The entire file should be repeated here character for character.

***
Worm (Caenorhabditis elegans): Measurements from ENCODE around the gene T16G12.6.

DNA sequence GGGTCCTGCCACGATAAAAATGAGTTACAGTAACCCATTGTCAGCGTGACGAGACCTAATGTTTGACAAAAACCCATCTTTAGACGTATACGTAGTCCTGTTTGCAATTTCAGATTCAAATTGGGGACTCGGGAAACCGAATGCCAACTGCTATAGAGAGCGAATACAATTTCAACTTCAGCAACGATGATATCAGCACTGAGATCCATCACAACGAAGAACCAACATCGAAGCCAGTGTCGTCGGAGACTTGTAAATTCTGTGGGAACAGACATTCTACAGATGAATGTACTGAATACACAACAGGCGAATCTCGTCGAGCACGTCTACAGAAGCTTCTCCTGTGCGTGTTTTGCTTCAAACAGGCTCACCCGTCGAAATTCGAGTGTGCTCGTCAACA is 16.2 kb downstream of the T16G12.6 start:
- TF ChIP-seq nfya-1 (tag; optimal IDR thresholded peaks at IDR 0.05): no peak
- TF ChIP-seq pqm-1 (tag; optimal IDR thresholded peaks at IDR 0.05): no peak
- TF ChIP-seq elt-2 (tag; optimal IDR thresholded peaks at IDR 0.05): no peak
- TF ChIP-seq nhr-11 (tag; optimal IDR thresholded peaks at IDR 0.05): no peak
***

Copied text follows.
Worm (Caenorhabditis elegans): Measurements from ENCODE around the gene T16G12.6.

DNA sequence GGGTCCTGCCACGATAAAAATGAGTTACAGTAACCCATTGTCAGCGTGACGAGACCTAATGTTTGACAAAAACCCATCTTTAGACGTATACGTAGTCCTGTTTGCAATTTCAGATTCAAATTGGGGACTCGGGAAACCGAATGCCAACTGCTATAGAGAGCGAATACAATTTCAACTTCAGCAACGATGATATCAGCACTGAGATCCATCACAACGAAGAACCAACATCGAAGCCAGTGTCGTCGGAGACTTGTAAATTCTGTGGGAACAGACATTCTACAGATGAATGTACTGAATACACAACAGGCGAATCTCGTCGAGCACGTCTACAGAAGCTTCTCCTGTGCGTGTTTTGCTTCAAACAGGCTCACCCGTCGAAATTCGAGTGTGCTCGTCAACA is 16.2 kb downstream of the T16G12.6 start:
- TF ChIP-seq nfya-1 (tag; optimal IDR thresholded peaks at IDR 0.05): no peak
- TF ChIP-seq pqm-1 (tag; optimal IDR thresholded peaks at IDR 0.05): no peak
- TF ChIP-seq elt-2 (tag; optimal IDR thresholded peaks at IDR 0.05): no peak
- TF ChIP-seq nhr-11 (tag; optimal IDR thresholded peaks at IDR 0.05): no peak